To: NathanM
"In other words, each State, and not the federal government, protects the rights of its citizenry. Meanwhile, the Founders intended the First Amendment as a protection for the States from the tyranny of a federal dictatorship.

And all this time, I thought that the Bill of Rights protected U.S. citizens and not state governments. < sarcasm >

11 posted on 05/05/2002 2:03:24 PM PDT by Shooter 2.5
[ Post Reply | Private Reply | To 1 | View Replies]

To: edsheppa
The substantive due process doctrine built on the 14th changed the game.

More precisely, it provided the courts with a pretext for changing the game. Nothing in the 14th amendment actually stated that the restrictions in the BOR would now apply against state governments.

12 posted on 05/05/2002 5:32:41 PM PDT by inquest
[ Post Reply | Private Reply | To 9 | View Replies]

To: inquest
Remember that the doctrine is quite old. Courts of the late 19th century were much closer than we to when the 14th amendment was passed so perhaps there's something to their interpretation.
13 posted on 05/05/2002 6:05:08 PM PDT by edsheppa
[ Post Reply | Private Reply | To 12 | View Replies]

To: edsheppa
But it wasn't till about the 1920's that the courts started interpreting the 14th that way. Prior to then, they had explicitly rejected such an interpretation.
14 posted on 05/05/2002 6:18:48 PM PDT by inquest
[ Post Reply | Private Reply | To 13 | View Replies]

To: inquest
Not so. You may find this interesting. Scroll down a page or so. Just a guess on my part but I bet this doctrine had basis in law before 1897.
15 posted on 05/05/2002 6:28:29 PM PDT by edsheppa
[ Post Reply | Private Reply | To 14 | View Replies]

To: edsheppa
OK, I think I've misunderstood what you were saying. Yes, you're right that the 14th amendment explicitly prohibits states from denying anyone life, liberty, or property without due process. But that doesn't mean that the other provisions of the BOR apply to the states. The courts began ruling that way in response to a different part of the 14th - the "privileges and immunities" clause. Sorry I wasn't paying close enough attention.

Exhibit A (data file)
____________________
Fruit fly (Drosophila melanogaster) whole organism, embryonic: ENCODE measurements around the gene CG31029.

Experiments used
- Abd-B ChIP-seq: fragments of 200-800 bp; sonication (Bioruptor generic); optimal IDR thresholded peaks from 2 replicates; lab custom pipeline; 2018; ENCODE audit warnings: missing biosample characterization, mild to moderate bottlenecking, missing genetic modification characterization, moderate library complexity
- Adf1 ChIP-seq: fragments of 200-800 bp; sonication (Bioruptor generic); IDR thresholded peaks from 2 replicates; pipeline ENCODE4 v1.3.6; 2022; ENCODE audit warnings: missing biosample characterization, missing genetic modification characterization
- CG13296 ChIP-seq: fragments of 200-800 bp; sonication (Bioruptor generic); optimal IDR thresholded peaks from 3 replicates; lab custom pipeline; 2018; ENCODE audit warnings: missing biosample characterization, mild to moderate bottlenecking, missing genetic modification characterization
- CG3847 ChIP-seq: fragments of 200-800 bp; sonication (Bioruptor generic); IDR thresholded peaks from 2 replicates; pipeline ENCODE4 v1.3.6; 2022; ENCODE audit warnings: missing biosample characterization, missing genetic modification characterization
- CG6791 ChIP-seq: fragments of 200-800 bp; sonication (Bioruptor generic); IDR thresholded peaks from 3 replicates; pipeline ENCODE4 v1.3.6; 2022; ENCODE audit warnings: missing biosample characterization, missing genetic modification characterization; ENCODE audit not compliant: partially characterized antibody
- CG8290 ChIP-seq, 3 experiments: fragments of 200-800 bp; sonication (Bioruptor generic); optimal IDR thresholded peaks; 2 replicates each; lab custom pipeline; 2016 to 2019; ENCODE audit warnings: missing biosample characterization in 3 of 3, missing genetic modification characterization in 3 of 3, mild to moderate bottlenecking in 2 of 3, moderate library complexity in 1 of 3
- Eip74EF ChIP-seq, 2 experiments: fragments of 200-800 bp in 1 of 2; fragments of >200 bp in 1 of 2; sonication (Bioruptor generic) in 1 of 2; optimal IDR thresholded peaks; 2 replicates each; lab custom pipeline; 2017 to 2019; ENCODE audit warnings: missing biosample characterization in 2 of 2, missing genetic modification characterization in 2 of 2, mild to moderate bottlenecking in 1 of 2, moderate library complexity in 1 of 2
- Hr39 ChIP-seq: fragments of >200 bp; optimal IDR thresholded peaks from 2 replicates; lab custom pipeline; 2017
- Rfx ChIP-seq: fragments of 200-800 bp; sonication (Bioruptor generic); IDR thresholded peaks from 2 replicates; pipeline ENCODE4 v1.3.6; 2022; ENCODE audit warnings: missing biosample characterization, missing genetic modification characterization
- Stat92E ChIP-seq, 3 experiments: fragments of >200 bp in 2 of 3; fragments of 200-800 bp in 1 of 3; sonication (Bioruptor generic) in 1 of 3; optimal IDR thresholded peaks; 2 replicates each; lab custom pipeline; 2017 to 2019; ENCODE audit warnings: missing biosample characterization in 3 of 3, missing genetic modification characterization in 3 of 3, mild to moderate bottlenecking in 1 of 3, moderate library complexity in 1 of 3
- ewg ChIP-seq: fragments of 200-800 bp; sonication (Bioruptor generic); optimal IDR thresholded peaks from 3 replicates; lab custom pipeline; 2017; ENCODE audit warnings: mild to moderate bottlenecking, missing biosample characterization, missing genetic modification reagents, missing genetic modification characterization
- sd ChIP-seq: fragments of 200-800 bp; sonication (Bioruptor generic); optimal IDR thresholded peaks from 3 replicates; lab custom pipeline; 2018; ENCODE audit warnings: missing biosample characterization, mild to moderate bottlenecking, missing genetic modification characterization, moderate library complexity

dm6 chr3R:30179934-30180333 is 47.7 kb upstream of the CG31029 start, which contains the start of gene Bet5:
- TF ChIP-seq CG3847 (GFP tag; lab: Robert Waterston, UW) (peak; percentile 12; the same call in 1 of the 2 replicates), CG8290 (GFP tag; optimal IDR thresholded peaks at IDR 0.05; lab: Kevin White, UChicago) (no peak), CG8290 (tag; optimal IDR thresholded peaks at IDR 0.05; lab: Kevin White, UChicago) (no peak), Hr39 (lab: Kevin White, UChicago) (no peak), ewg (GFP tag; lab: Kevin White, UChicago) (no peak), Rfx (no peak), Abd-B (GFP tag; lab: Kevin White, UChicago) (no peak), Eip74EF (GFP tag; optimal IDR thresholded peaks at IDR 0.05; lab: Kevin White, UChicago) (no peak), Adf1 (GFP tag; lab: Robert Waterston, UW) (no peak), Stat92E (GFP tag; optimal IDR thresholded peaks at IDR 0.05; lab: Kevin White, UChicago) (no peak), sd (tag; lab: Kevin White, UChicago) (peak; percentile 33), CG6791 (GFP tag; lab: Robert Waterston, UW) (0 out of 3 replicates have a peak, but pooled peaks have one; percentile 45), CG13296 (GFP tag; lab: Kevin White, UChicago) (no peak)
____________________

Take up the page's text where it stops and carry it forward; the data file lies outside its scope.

But anyway, it's that "privileges and immunities" clause that's been misapplied, in my view, because privileges and immunities of citizenship are not the same as rights of people.

16 posted on 05/05/2002 6:35:12 PM PDT by inquest
[ Post Reply | Private Reply | To 15 | View Replies]

To: inquest
The 14th Amendment, which was ratified July 9, 1868, was to protect from discrimination between blacks and whites. Very simply, the Amendment dictated that State governments must give equal rights to all races. Today, this Amendment is used broadly (more Fed control), instead of being used to see that all citizens of each State enjoy the same rights as the others in the State. Nathan McClintock
17 posted on 05/05/2002 6:46:42 PM PDT by NathanM
[ Post Reply | Private Reply | To 16 | View Replies]

To: inquest
I'm not an expert by any means, but the author of that article I linked definitely thinks that substantive due process is based on an interpretation of the due process clause of the 14th.
... The Due Process Clause of the Fourteenth Amendment, ratified in 1868, declares, "[N]or shall any State deprive any person of life, liberty, or property, without due process of law" (§ 1). This clause limits the powers of the states rather than those of the federal government.

The Due Process Clause of the Fourteenth Amendment has also been interpreted by the Supreme Court in the twentieth century to incorporate protections of the Bill of Rights, so that those protections apply to the states as well as to the federal government. Thus, the Due Process Clause serves as the means whereby the Bill of Rights has become binding on state governments as well as the federal government.

... The modern notion of substantive due process emerged in decisions of the U.S. Supreme Court during the late nineteenth century. In the 1897 case of Allgeyer v. Louisiana, 165 U.S. 578, 17 S. Ct. 427, 41 L. Ed. 832, the Supreme Court for the first time used the substantive due process framework to strike down a state statute. ... The Allgeyer case concerned a Louisiana law that made it illegal to enter into certain contracts with insurance firms in other states. The Court found that the law unfairly abridged a right to enter into lawful contracts guaranteed by the Due Process Clause of the Fourteenth Amendment.